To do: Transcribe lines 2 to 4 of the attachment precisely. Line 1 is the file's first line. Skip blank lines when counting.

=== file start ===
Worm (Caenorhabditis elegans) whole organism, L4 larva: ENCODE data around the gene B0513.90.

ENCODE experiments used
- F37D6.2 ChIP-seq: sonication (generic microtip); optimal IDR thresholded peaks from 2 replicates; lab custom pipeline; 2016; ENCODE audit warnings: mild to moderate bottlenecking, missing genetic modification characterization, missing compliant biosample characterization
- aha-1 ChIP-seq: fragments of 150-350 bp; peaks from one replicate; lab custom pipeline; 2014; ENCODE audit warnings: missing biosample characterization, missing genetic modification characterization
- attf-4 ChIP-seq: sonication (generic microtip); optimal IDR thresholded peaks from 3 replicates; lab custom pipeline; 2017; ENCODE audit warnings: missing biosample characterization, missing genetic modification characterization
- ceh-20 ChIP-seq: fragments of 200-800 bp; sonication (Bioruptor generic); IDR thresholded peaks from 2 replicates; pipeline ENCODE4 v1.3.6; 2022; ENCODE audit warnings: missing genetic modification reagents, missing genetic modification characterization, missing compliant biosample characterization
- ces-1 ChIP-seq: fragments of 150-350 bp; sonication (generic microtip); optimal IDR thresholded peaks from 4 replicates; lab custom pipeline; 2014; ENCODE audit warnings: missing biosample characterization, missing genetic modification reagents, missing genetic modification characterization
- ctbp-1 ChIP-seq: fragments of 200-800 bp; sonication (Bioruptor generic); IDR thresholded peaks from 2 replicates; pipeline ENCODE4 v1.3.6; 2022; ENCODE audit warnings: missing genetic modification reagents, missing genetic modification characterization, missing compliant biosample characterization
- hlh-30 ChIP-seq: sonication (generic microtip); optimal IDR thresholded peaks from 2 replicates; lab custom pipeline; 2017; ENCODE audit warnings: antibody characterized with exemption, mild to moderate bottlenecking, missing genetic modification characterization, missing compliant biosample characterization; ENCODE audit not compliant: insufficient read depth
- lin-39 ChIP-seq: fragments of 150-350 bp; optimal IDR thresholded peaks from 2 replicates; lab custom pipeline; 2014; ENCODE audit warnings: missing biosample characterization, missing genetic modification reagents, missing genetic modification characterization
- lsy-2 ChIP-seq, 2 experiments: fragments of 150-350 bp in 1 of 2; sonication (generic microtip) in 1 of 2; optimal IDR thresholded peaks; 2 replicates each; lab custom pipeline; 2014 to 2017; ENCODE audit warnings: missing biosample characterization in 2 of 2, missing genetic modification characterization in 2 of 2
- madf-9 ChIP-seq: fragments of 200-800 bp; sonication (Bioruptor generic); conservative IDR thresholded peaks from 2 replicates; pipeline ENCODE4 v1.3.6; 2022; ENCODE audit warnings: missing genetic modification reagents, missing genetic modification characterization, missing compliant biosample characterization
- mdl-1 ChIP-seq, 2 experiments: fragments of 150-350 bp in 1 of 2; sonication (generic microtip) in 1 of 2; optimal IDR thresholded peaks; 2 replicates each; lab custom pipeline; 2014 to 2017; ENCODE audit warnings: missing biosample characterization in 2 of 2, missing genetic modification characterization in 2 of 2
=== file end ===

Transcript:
ENCODE experiments used
- F37D6.2 ChIP-seq: sonication (generic microtip); optimal IDR thresholded peaks from 2 replicates; lab custom pipeline; 2016; ENCODE audit warnings: mild to moderate bottlenecking, missing genetic modification characterization, missing compliant biosample characterization
- aha-1 ChIP-seq: fragments of 150-350 bp; peaks from one replicate; lab custom pipeline; 2014; ENCODE audit warnings: missing biosample characterization, missing genetic modification characterization